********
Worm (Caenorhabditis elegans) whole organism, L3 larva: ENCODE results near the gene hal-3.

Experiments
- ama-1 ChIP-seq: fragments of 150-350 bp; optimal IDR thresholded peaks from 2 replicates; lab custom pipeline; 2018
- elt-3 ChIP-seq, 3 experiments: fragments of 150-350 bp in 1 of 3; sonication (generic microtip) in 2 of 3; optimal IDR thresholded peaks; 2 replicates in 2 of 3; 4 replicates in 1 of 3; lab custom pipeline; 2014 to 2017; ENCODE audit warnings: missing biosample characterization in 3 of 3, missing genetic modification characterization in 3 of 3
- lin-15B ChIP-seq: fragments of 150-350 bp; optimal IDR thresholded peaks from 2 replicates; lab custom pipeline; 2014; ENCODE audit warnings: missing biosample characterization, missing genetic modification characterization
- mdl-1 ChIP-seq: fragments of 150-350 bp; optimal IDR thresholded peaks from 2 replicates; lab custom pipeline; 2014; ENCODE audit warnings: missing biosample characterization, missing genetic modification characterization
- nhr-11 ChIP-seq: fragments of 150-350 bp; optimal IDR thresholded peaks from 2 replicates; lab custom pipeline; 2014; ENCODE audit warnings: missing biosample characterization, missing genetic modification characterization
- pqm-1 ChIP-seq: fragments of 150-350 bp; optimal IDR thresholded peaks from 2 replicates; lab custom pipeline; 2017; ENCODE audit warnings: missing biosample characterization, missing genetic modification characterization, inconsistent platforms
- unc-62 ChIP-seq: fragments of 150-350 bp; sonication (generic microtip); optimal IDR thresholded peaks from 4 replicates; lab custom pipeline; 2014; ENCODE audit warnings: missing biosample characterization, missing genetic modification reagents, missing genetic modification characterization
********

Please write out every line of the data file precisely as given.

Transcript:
Worm (Caenorhabditis elegans) whole organism, L3 larva: ENCODE results near the gene hal-3.

Experiments
- ama-1 ChIP-seq: fragments of 150-350 bp; optimal IDR thresholded peaks from 2 replicates; lab custom pipeline; 2018
- elt-3 ChIP-seq, 3 experiments: fragments of 150-350 bp in 1 of 3; sonication (generic microtip) in 2 of 3; optimal IDR thresholded peaks; 2 replicates in 2 of 3; 4 replicates in 1 of 3; lab custom pipeline; 2014 to 2017; ENCODE audit warnings: missing biosample characterization in 3 of 3, missing genetic modification characterization in 3 of 3
- lin-15B ChIP-seq: fragments of 150-350 bp; optimal IDR thresholded peaks from 2 replicates; lab custom pipeline; 2014; ENCODE audit warnings: missing biosample characterization, missing genetic modification characterization
- mdl-1 ChIP-seq: fragments of 150-350 bp; optimal IDR thresholded peaks from 2 replicates; lab custom pipeline; 2014; ENCODE audit warnings: missing biosample characterization, missing genetic modification characterization
- nhr-11 ChIP-seq: fragments of 150-350 bp; optimal IDR thresholded peaks from 2 replicates; lab custom pipeline; 2014; ENCODE audit warnings: missing biosample characterization, missing genetic modification characterization
- pqm-1 ChIP-seq: fragments of 150-350 bp; optimal IDR thresholded peaks from 2 replicates; lab custom pipeline; 2017; ENCODE audit warnings: missing biosample characterization, missing genetic modification characterization, inconsistent platforms
- unc-62 ChIP-seq: fragments of 150-350 bp; sonication (generic microtip); optimal IDR thresholded peaks from 4 replicates; lab custom pipeline; 2014; ENCODE audit warnings: missing biosample characterization, missing genetic modification reagents, missing genetic modification characterization